As Martin Ødegaard took his seat in front of a packed out press room, he could have been forgiven for feeling nervous. The young midfielder was set to speak about the biggest decision of his early career, ending almost a year of intense speculation in the process.
“Real Madrid is the place I could develop myself in the best way,” Ødegaard told the press. “Both in a sports point of view and in my personal life, so it had the best possibilities for me. It’s a dream come true for me. It’s unbelievable. I’m ready for the best club in the world.”
The 17-year-old prodigy had spurned interest from a number of clubs across the continent to join Real Madrid. Undergoing a very public European tour, he sampled life at Ajax, Liverpool and Bayern Munich, to name a few. Eventually settling on the Santiago Bernabéu, he arrived knowing it would be a challenge.
Certainly, many in his homeland were sceptical of his decision to join Los Blancos.
“I was a bit surprised that he went to Real Madrid, but you never know what the whole plan is for him,” Klaus Pettersen, a mental coach who worked with Ødegaard at Strømsgodset recalls to Sport360. “I believe they have good control over the situation. In my opinion, I think Ajax would have been a very good club for him.”
But Ødegaard was convinced he could best develop at Real Madrid, a club at which playing football can be both unforgiving and demanding. It was a level of self-belief that was no surprise to his team-mates.
“His maturity off the field showed he wasn’t the average 15 or 16-year-old,” Minnesota United Jeb Brovsky, who played alongside Ødegaard at Stromsgodset, explains. “It was the essence he brought onto the field. He is a very quiet kid, but his soccer brain is far beyond his years. The calmness he has in his game, the vision, it is something you rarely see in someone that young.”
Initially sent to play with Real Madrid Castilla, the club’s second team then coached by Zinedine Zidane, Ødegaard remained eager to learn from the likes of Cristiano Ronaldo, Gareth Bale and James Rodriguez. Consequently the teenager still trained with the first team during the week, splitting his time between the two squads. Often starting games under Zidane, Ødegaard was liked, but not unanimously.
Away from the pitch, the Spanish press used numbers to tear down his performances with Castilla. “Fifty eight per cent of the available points taken before the 16-year-old arrived and 37% percent after,” wrote AS. With Castilla ultimately missing out on a play-off position, critics cited Ødegaard as part of the problem with reports claiming he did not see eye to eye with his team-mates.
“I think we have to remember he has the weight of the world on his shoulders,” says Brovsky. “I always take those things with a grain of salt, as a lot of things can be misconstrued.”
Ødegaard continued to work alongside Zidane until the World Cup winner was appointed as Rafa Benitez’s successor in January. The Norwegian claimed at the time that he had really enjoyed working under Zidane, but his admiration appeared unrequited as he failed to receive any game time under his former Castilla coach.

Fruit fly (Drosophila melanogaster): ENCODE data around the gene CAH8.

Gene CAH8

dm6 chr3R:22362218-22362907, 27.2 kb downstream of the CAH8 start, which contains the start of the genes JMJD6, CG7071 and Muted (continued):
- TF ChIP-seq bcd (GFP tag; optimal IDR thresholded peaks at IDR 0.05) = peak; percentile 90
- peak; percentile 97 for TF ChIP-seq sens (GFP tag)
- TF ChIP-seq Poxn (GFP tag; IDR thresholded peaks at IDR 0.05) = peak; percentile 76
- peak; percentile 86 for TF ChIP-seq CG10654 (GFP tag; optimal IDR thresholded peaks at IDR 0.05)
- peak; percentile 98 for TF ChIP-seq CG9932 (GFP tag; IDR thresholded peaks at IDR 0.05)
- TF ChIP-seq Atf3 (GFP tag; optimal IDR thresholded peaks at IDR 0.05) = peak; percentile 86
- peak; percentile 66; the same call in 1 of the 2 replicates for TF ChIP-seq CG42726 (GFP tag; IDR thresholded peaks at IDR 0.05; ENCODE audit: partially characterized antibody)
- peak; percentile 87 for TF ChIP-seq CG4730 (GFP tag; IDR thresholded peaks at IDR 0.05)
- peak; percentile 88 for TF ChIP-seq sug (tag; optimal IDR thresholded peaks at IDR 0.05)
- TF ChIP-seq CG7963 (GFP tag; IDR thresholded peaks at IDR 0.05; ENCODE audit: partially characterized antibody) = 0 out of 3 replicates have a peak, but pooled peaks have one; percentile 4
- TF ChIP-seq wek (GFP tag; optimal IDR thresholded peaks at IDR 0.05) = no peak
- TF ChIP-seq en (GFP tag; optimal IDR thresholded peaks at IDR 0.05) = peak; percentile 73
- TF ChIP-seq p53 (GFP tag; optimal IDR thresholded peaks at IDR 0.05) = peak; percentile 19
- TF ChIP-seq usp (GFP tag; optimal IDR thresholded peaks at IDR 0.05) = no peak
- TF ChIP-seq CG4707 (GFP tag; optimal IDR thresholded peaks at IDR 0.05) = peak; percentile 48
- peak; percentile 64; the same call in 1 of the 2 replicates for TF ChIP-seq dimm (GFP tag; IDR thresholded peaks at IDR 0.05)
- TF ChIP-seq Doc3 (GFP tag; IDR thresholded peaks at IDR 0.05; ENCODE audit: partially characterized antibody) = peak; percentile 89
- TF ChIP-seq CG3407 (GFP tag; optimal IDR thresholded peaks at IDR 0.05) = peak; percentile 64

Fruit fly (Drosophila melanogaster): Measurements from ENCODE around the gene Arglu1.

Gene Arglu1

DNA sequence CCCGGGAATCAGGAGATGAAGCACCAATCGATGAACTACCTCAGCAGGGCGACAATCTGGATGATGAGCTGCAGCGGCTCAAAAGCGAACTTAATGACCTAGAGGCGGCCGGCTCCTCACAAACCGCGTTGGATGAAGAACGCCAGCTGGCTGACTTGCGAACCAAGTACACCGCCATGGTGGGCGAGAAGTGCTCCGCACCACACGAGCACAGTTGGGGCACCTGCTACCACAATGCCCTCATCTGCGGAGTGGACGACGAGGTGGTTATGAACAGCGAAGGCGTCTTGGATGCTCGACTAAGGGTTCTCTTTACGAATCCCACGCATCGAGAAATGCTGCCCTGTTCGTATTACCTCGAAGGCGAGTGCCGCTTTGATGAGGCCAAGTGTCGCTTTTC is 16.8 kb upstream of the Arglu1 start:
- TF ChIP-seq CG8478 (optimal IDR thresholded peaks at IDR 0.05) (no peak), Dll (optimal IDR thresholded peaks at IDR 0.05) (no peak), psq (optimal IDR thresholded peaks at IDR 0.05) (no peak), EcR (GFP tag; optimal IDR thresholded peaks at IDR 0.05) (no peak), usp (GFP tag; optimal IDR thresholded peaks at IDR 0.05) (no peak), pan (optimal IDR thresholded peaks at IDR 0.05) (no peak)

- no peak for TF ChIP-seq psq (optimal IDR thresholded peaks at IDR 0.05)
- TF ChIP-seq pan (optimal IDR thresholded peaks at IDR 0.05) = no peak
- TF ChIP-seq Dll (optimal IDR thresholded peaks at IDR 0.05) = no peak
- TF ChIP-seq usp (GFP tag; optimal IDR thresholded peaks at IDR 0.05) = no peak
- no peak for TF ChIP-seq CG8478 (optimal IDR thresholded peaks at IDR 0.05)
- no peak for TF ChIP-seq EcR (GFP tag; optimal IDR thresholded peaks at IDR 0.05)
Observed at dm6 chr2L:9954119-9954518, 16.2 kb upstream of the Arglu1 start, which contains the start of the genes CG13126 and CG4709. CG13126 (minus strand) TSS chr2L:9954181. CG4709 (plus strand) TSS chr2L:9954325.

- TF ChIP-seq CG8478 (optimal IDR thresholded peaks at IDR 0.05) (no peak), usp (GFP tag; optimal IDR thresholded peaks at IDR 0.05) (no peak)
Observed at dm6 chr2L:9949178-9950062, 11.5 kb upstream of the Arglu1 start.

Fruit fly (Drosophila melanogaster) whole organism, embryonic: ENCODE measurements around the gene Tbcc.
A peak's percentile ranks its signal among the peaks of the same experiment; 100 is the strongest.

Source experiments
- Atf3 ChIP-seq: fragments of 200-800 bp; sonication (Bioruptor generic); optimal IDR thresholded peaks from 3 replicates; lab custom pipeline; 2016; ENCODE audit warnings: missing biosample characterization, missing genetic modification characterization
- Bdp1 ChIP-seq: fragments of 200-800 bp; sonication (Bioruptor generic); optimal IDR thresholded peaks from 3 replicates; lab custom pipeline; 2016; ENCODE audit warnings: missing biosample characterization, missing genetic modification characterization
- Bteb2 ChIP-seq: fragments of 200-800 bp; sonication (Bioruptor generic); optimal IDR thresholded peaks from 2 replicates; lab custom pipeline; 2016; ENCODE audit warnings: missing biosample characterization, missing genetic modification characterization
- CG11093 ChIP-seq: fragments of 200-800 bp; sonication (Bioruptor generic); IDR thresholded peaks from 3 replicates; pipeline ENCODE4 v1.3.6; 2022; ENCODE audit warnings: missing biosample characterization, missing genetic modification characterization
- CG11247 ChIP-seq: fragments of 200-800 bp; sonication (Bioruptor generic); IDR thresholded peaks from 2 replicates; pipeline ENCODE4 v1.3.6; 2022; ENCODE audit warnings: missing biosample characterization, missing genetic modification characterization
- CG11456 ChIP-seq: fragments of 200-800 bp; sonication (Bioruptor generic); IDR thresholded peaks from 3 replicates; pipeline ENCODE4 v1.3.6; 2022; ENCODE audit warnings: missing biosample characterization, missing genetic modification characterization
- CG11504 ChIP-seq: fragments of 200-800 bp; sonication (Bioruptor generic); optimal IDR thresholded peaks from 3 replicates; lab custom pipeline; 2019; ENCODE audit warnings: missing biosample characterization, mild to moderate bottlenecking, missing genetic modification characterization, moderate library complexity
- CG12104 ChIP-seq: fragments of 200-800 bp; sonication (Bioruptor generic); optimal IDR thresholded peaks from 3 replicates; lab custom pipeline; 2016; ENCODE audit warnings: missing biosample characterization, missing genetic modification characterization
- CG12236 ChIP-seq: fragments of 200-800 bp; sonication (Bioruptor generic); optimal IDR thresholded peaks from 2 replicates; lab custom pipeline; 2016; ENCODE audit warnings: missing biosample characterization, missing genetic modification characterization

The summer has been rife with speculation linking Ødegaard with a move away from Madrid. A number of clubs have shown an interest, but reports in Spain indicate the player’s salary, (estimated to be around €1.2m per year) has put off the majority of potential suitors. Elsewhere, there have also been more claims Ødegaard is little more than Florentino Perez’s pet project, with Zidane unhappy at being forced to include him on the club’s pre-season tour of America.
This has definitely been a testing period of the 17-year-old’s career. Still highly regarded in his homeland, Pettersen is confident that Ødegaard can ride the storm.
“I believe this is his toughest battle so far,” Pettersen says. “This is the first time he has faced setbacks for real. But he is mentally strong, and the reason why I say that is because he is humble, and ready to learn. He still has the strength to stay strong when it’s needed. He has an ability to recover quickly from setbacks.”
Surrounded by a cacophony of opinions in Spain, Ødegaard has even seen a former Scandinavian prodigy bestow advice. Speaking in an interview last summer, Zlatan Ibrahimovic suggested it was time for the teenager to ditch his father Hans Erik Ødegaard, who also acts as his agent, and “grow up”.
It was a typically strong response from the Swede and it’s true this summer is an important one for Ødegaard. Linked with a loan move to the Bundesliga last week, the teenager may take comfort from knowing that he has former team-mates watching on, hoping he succeeds.
“Kudos to him it was a big jump, and from what I hear he’s doing well and developing,” Brovsky says. “It takes a lot of courage to do that, and for that I’m proud of him.”
Those that know the teenager believe he will handle his situation with composure regardless of what unfolds. A mature head, resting on young shoulders, it seems he was always prepared for potential growing pains. That’s because long before the Norwegian was sharing a training complex with Ballon d’Or nominees he was talking of his career path, and more specifically he would reach his peak.
“If you get carried away now, you won’t get far in 10 years,” Ødegaard told reporters after being called up to the senior national team in 2014. “I’m supposed to be my best then, not now. That I know.”